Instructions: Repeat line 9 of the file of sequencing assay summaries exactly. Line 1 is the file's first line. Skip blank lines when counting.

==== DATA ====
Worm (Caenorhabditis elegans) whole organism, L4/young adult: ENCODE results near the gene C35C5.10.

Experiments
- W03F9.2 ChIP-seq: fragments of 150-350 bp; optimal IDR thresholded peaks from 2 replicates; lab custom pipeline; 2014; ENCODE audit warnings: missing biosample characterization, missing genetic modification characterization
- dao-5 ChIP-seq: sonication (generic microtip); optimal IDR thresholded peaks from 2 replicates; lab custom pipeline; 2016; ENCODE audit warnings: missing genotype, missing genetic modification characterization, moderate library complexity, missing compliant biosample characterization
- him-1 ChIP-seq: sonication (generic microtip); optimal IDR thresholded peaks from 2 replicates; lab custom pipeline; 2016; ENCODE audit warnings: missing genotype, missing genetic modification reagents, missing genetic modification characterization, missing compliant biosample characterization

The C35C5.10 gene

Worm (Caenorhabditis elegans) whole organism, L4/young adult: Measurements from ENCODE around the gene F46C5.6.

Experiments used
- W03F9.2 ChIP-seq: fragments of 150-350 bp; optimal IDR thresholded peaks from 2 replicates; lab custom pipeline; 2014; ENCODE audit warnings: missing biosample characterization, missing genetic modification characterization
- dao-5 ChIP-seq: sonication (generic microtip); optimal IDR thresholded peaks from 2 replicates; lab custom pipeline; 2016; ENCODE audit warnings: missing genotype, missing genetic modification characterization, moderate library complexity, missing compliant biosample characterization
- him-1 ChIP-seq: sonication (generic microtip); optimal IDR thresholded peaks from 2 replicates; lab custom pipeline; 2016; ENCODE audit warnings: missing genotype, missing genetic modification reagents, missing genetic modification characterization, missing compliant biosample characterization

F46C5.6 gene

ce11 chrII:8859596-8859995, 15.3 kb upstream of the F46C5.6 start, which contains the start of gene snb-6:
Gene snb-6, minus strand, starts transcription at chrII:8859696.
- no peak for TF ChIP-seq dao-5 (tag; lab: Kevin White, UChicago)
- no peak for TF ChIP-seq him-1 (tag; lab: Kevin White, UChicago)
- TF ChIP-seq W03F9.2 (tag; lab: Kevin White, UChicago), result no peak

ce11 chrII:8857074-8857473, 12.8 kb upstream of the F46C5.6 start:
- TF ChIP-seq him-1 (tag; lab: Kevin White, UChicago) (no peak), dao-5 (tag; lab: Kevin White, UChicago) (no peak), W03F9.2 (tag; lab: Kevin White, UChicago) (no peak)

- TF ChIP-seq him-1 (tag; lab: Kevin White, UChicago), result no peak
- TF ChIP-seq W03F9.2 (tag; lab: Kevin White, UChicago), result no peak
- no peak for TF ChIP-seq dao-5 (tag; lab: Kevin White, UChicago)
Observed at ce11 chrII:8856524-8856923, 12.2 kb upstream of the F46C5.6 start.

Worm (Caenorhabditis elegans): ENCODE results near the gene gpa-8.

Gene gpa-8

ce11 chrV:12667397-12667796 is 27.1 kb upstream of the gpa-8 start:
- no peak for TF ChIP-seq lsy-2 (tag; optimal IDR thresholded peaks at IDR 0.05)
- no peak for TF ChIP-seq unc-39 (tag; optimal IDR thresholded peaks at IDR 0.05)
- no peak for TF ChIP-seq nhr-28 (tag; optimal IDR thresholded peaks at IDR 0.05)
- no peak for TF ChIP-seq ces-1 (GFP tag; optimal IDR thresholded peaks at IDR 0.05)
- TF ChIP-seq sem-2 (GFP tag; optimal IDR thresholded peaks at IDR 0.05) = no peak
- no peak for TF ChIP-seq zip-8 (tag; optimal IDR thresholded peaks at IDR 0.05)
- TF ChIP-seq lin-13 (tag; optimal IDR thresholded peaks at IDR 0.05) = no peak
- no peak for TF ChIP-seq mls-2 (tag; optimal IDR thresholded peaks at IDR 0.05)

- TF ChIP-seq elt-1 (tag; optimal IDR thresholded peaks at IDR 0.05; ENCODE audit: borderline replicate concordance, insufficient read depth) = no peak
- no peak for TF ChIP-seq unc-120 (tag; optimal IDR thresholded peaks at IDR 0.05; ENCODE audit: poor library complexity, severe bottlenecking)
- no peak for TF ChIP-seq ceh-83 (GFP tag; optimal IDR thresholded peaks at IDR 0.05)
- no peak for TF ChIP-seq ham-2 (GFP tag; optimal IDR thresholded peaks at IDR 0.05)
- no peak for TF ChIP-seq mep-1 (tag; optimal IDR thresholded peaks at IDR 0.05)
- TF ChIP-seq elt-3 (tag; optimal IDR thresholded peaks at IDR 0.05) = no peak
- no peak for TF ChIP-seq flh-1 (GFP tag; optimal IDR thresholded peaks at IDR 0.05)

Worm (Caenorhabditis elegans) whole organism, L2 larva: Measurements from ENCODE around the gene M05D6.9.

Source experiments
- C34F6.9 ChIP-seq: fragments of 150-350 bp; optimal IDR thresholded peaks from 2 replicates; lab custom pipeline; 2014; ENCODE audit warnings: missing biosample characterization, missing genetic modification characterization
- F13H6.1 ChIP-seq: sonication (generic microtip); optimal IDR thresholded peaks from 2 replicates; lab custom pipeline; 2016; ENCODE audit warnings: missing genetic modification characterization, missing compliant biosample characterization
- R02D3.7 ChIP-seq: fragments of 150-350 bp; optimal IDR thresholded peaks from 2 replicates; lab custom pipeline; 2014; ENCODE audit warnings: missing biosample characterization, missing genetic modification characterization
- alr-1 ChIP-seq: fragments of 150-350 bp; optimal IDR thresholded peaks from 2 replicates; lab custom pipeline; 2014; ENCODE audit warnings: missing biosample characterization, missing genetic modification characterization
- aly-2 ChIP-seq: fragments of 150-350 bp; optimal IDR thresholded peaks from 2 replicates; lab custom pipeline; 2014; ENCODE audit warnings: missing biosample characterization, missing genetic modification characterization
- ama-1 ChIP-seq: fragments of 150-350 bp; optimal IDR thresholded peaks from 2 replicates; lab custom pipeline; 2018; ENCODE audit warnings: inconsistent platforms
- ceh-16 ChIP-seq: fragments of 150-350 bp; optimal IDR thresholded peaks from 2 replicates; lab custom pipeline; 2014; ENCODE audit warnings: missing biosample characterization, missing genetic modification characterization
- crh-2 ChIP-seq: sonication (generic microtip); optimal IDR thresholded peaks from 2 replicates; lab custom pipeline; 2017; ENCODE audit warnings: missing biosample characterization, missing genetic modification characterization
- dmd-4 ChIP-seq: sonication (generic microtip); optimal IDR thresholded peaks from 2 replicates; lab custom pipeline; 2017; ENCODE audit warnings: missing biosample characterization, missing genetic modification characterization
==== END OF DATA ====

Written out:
- W03F9.2 ChIP-seq: fragments of 150-350 bp; optimal IDR thresholded peaks from 2 replicates; lab custom pipeline; 2014; ENCODE audit warnings: missing biosample characterization, missing genetic modification characterization